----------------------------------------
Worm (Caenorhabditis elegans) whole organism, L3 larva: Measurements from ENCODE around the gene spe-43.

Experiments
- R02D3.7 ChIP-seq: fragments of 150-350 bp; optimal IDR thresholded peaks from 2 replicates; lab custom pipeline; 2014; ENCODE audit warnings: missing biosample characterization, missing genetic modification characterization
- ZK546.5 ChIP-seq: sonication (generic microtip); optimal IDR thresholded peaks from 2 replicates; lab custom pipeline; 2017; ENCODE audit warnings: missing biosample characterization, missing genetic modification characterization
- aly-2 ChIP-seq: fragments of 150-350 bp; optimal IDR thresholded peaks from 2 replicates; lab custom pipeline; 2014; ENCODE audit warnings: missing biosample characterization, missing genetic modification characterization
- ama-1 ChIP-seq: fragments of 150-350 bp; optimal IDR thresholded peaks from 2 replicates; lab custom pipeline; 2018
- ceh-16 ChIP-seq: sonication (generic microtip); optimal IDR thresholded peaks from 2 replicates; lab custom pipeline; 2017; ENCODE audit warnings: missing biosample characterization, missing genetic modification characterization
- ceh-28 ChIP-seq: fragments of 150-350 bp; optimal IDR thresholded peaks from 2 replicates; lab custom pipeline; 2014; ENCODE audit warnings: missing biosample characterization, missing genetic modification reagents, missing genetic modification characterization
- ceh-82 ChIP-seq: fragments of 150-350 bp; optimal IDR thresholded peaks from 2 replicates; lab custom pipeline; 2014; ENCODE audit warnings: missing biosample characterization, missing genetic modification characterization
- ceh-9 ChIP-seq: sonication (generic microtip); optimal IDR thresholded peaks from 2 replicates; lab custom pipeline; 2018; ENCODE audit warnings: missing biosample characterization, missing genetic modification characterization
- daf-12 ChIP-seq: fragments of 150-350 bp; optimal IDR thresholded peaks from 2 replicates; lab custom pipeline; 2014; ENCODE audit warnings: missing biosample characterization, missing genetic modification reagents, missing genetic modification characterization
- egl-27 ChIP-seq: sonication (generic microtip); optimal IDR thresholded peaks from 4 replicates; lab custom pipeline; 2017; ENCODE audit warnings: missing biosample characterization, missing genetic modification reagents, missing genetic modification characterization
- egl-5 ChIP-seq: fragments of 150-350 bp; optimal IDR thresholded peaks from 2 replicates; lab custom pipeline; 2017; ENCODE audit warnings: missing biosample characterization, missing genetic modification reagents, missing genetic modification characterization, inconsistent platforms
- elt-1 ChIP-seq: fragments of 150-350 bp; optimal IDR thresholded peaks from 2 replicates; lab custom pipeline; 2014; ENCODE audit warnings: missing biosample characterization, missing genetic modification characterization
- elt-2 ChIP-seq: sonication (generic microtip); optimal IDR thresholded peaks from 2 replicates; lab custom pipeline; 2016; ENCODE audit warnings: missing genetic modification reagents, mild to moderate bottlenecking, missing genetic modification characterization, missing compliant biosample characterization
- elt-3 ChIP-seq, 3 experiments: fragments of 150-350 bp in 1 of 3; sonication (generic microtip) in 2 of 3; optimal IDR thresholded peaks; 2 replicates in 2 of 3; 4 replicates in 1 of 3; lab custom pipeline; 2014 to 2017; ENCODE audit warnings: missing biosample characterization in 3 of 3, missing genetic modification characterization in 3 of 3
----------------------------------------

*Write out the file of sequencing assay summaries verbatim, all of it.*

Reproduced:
Worm (Caenorhabditis elegans) whole organism, L3 larva: Measurements from ENCODE around the gene spe-43.

Experiments
- R02D3.7 ChIP-seq: fragments of 150-350 bp; optimal IDR thresholded peaks from 2 replicates; lab custom pipeline; 2014; ENCODE audit warnings: missing biosample characterization, missing genetic modification characterization
- ZK546.5 ChIP-seq: sonication (generic microtip); optimal IDR thresholded peaks from 2 replicates; lab custom pipeline; 2017; ENCODE audit warnings: missing biosample characterization, missing genetic modification characterization
- aly-2 ChIP-seq: fragments of 150-350 bp; optimal IDR thresholded peaks from 2 replicates; lab custom pipeline; 2014; ENCODE audit warnings: missing biosample characterization, missing genetic modification characterization
- ama-1 ChIP-seq: fragments of 150-350 bp; optimal IDR thresholded peaks from 2 replicates; lab custom pipeline; 2018
- ceh-16 ChIP-seq: sonication (generic microtip); optimal IDR thresholded peaks from 2 replicates; lab custom pipeline; 2017; ENCODE audit warnings: missing biosample characterization, missing genetic modification characterization
- ceh-28 ChIP-seq: fragments of 150-350 bp; optimal IDR thresholded peaks from 2 replicates; lab custom pipeline; 2014; ENCODE audit warnings: missing biosample characterization, missing genetic modification reagents, missing genetic modification characterization
- ceh-82 ChIP-seq: fragments of 150-350 bp; optimal IDR thresholded peaks from 2 replicates; lab custom pipeline; 2014; ENCODE audit warnings: missing biosample characterization, missing genetic modification characterization
- ceh-9 ChIP-seq: sonication (generic microtip); optimal IDR thresholded peaks from 2 replicates; lab custom pipeline; 2018; ENCODE audit warnings: missing biosample characterization, missing genetic modification characterization
- daf-12 ChIP-seq: fragments of 150-350 bp; optimal IDR thresholded peaks from 2 replicates; lab custom pipeline; 2014; ENCODE audit warnings: missing biosample characterization, missing genetic modification reagents, missing genetic modification characterization
- egl-27 ChIP-seq: sonication (generic microtip); optimal IDR thresholded peaks from 4 replicates; lab custom pipeline; 2017; ENCODE audit warnings: missing biosample characterization, missing genetic modification reagents, missing genetic modification characterization
- egl-5 ChIP-seq: fragments of 150-350 bp; optimal IDR thresholded peaks from 2 replicates; lab custom pipeline; 2017; ENCODE audit warnings: missing biosample characterization, missing genetic modification reagents, missing genetic modification characterization, inconsistent platforms
- elt-1 ChIP-seq: fragments of 150-350 bp; optimal IDR thresholded peaks from 2 replicates; lab custom pipeline; 2014; ENCODE audit warnings: missing biosample characterization, missing genetic modification characterization
- elt-2 ChIP-seq: sonication (generic microtip); optimal IDR thresholded peaks from 2 replicates; lab custom pipeline; 2016; ENCODE audit warnings: missing genetic modification reagents, mild to moderate bottlenecking, missing genetic modification characterization, missing compliant biosample characterization
- elt-3 ChIP-seq, 3 experiments: fragments of 150-350 bp in 1 of 3; sonication (generic microtip) in 2 of 3; optimal IDR thresholded peaks; 2 replicates in 2 of 3; 4 replicates in 1 of 3; lab custom pipeline; 2014 to 2017; ENCODE audit warnings: missing biosample characterization in 3 of 3, missing genetic modification characterization in 3 of 3